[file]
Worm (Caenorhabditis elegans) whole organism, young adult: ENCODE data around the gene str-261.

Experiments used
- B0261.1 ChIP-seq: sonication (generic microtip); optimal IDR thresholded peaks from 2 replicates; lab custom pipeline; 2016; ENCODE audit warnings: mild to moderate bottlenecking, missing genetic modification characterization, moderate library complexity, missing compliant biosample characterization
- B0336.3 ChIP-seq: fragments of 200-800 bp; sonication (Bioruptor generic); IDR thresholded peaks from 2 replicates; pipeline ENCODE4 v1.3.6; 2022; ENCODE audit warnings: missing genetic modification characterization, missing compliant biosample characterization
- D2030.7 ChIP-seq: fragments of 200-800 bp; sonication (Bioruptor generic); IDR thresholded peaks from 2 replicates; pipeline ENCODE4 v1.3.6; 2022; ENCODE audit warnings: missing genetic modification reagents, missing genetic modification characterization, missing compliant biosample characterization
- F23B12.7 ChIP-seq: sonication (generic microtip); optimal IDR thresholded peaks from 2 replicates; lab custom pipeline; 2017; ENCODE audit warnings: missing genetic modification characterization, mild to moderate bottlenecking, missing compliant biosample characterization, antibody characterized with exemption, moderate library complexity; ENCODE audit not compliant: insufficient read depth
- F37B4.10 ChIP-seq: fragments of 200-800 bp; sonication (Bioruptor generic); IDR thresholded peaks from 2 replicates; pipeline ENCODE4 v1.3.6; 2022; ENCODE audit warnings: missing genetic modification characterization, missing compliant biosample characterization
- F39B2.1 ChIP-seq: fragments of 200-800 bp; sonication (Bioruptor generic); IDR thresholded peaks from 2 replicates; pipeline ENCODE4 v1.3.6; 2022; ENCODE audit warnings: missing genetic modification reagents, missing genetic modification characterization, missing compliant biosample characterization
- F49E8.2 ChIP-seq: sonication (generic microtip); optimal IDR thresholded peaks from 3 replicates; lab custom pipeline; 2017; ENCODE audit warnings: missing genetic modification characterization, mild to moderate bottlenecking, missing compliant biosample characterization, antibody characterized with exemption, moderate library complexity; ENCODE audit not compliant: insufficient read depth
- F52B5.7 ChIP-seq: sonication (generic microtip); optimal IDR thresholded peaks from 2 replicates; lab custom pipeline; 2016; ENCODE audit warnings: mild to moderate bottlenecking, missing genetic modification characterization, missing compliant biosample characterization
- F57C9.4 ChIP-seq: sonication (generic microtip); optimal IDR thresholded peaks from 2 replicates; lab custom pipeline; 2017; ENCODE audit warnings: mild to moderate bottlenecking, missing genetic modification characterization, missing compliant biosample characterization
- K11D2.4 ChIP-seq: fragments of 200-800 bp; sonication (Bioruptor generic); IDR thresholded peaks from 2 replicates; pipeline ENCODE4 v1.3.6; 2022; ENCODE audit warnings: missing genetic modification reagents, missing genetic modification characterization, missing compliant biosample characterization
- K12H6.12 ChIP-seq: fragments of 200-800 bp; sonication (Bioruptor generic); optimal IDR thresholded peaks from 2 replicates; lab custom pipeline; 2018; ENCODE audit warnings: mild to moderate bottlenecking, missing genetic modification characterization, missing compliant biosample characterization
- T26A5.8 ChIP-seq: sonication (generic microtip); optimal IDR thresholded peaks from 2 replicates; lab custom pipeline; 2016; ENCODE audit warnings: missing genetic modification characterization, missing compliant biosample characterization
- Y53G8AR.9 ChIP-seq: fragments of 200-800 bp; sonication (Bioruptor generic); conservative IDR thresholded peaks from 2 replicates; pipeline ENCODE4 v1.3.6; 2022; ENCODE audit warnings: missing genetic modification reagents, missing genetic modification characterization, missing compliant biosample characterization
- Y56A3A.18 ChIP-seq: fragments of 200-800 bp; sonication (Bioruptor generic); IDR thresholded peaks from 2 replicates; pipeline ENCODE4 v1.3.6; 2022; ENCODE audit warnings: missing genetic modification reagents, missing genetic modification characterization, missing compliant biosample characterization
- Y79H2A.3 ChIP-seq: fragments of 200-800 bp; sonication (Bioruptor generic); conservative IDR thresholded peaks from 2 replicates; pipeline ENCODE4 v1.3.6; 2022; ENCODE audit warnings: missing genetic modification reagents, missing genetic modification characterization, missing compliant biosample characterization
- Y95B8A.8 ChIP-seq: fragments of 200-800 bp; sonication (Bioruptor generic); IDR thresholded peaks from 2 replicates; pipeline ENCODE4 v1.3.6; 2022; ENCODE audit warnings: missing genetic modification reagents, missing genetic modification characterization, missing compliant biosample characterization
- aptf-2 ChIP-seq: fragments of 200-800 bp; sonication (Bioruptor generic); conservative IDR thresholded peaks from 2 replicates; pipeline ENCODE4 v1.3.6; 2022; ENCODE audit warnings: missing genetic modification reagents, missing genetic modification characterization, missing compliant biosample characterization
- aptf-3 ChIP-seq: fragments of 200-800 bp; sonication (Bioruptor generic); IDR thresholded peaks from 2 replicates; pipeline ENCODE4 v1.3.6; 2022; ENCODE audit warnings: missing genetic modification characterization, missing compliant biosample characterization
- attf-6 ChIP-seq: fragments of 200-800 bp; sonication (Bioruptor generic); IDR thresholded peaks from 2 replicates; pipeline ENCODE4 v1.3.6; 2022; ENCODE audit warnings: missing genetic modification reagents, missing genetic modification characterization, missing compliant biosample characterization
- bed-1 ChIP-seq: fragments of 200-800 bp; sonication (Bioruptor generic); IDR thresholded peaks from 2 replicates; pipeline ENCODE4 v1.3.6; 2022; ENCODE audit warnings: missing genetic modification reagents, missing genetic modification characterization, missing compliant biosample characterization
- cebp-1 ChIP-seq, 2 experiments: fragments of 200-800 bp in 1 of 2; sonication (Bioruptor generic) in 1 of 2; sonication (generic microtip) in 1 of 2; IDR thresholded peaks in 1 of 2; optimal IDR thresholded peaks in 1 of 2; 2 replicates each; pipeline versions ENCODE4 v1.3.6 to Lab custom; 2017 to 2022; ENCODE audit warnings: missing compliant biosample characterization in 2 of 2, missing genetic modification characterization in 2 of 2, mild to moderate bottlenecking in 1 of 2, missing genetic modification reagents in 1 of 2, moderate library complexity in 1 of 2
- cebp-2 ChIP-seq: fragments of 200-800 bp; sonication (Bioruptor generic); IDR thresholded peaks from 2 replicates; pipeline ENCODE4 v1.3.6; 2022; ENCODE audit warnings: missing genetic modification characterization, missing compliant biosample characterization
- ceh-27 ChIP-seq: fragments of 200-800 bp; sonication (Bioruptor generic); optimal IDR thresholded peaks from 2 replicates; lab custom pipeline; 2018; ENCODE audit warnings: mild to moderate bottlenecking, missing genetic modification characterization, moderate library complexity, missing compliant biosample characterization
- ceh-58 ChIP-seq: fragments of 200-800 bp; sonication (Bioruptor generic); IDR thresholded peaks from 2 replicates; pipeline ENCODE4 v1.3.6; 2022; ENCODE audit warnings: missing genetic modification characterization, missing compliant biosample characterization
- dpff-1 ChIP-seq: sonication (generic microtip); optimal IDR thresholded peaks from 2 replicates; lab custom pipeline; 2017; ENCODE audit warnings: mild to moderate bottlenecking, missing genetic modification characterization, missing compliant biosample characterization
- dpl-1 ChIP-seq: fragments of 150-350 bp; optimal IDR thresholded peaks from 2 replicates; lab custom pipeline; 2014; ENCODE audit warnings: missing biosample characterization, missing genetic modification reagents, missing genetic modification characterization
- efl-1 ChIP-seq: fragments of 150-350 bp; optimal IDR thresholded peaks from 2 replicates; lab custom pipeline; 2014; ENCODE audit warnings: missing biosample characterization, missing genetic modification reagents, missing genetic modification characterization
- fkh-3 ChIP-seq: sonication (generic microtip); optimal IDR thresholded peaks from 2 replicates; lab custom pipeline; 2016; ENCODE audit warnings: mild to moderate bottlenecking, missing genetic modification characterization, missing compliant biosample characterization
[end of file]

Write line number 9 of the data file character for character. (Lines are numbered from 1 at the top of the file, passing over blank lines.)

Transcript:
- F49E8.2 ChIP-seq: sonication (generic microtip); optimal IDR thresholded peaks from 3 replicates; lab custom pipeline; 2017; ENCODE audit warnings: missing genetic modification characterization, mild to moderate bottlenecking, missing compliant biosample characterization, antibody characterized with exemption, moderate library complexity; ENCODE audit not compliant: insufficient read depth